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History, General Resources

While history courses each have their own unique focus, there are some general principles that apply to almost every history class in terms of research.

Scholarly vs Popular Sources

It is important to differentiate between scholarly and popular sources of information when doing college level research. How can you tell the difference?

Scholarly books are written by scholars for other scholars/researchers to use. Scholars generally work at universities and colleges. Therefore, scholarly books are produced by universities and colleges. How can you tell if a book is produced by a university or college? Look at the publisher: if the publisher includes the name of a school like "Oxford University Press" or "University of Michigan Press," you know that it is a scholarly book. Scholarly books are written for a scholarly audience, meaning an audience that has a specialized knowledge of a subject that is not shared by the larger public: in other words, the author assumes you already have a strong academic background in the topic.

Popular books are published for a much wider audience by companies like HarperCollins, Macmillan, Penguin, Random House, and Simon & Schuster. These books can be seen as casual or recreational reading: they can still be informative and educational, but the target audience is very broad. 


Scholarly or peer review articles are also written by scholars for other scholars/researchers to use. Like scholarly books, they assume the reader has a strong academic background in the topic.  What does "peer review" mean? If you a write a research manuscript (paper) and send it to a journal you feel might be interested in publishing it it will be reviewed by the journal editor. If the editor thinks it is of interest they will send your manuscript out to a jury of experts ("peers") who look the manuscript over and give the editor feedback on whether they think it should be published or not. The idea is that if five or six experts agree that a piece of research is solid and important and trustworthy there will be a degree of quality control that other researchers can rely on when they read the final published product. So how do you know if the article you are looking at is peer reviewed? What makes your college papers different than what you wrote in elementary school? The difference between a college paper and something from a third grader is that a college student has to cite their sources in a bibliography, footnotes, endnotes, etc. Therefore, if you are reading an article and it includes citations you have yourself a peer reviewed scholarly article.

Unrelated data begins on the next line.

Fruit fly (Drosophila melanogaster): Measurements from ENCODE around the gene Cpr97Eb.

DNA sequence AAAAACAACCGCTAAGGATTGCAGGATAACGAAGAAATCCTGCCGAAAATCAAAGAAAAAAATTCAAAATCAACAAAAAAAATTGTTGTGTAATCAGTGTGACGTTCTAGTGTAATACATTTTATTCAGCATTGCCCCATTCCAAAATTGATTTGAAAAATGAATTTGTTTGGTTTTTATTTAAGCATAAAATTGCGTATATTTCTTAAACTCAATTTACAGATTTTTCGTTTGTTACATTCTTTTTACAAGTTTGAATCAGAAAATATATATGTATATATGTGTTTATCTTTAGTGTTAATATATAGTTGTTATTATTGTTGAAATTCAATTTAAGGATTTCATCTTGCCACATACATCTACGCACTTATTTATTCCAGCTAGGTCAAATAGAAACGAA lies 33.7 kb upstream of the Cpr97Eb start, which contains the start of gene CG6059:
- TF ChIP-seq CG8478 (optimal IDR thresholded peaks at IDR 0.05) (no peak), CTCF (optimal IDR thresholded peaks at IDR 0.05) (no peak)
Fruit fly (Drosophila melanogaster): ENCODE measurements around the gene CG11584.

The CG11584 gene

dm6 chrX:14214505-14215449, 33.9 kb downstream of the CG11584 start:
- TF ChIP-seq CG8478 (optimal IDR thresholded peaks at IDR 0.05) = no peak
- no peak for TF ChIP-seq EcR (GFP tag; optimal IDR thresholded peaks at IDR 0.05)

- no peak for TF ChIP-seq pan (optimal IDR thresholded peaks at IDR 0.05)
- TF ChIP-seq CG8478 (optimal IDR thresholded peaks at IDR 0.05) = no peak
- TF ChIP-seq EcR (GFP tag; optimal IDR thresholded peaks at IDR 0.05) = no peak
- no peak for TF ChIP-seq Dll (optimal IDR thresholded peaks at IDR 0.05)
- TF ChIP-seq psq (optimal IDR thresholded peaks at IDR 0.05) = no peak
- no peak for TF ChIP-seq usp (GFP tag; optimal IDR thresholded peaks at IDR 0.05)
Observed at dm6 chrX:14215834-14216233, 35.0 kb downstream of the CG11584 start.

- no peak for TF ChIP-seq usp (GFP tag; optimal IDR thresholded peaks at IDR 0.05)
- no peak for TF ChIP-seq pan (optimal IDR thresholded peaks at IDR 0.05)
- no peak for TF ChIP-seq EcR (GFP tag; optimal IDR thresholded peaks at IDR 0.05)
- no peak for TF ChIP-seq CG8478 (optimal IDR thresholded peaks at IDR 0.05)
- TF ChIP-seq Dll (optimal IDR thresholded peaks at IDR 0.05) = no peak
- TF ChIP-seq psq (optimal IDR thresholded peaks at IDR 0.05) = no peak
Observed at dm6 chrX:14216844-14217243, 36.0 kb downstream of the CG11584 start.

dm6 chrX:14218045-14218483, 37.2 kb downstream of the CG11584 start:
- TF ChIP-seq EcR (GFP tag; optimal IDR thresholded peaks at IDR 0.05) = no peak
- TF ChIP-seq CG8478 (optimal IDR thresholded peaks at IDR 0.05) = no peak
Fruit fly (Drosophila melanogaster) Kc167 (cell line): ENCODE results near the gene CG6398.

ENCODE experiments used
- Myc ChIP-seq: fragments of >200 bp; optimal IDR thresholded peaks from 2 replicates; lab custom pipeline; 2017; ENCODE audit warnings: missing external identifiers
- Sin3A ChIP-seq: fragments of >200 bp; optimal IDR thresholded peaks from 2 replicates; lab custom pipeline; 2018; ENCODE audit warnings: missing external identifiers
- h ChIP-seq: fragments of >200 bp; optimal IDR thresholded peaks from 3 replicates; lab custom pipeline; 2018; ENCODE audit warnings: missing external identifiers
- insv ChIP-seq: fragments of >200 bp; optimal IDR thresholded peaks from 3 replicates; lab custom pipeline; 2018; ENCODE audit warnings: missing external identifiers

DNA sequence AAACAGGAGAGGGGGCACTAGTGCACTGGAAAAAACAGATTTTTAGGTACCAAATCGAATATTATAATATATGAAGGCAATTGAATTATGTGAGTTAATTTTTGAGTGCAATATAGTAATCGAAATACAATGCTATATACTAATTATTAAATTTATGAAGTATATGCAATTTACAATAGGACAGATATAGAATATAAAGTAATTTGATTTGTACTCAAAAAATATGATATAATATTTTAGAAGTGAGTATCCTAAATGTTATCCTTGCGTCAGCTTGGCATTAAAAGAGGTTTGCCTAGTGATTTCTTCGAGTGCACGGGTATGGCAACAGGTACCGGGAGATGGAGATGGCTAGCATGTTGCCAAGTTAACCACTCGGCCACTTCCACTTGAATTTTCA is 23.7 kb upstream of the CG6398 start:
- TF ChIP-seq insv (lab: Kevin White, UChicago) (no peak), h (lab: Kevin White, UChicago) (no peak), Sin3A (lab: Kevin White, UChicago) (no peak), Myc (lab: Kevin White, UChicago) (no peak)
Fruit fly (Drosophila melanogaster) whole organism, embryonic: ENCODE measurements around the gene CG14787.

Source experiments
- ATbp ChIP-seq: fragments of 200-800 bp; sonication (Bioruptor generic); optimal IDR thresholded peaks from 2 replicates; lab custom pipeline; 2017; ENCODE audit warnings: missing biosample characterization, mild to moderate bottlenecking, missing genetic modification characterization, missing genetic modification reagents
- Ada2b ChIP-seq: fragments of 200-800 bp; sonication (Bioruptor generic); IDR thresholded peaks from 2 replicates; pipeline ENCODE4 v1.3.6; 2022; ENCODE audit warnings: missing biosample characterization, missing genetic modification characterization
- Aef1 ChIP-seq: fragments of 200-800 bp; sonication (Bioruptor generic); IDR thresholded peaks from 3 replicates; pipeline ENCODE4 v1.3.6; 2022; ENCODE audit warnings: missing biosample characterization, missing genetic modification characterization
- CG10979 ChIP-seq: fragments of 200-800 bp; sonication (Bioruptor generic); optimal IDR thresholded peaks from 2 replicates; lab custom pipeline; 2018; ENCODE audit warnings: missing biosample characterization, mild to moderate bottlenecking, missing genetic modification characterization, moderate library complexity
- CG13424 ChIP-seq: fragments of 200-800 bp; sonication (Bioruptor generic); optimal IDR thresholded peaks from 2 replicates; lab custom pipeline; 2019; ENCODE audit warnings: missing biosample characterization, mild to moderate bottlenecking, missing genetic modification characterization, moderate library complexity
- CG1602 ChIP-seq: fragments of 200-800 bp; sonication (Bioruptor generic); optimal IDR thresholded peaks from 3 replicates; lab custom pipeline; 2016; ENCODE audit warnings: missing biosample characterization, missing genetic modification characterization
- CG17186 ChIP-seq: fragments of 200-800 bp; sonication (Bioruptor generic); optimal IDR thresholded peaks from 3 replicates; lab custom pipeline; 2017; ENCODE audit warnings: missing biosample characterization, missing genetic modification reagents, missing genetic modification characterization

Non-scholarly articles include obvious examples such as the articles you would read in People Magazine or Sports Illustrated. While magazines like these are generally seen as recreational reading, there are publications like The New Yorker or The Wall Street Journal which are important and highly regarded sources of information but do not include citations and are, therefore, not considered scholarly sources.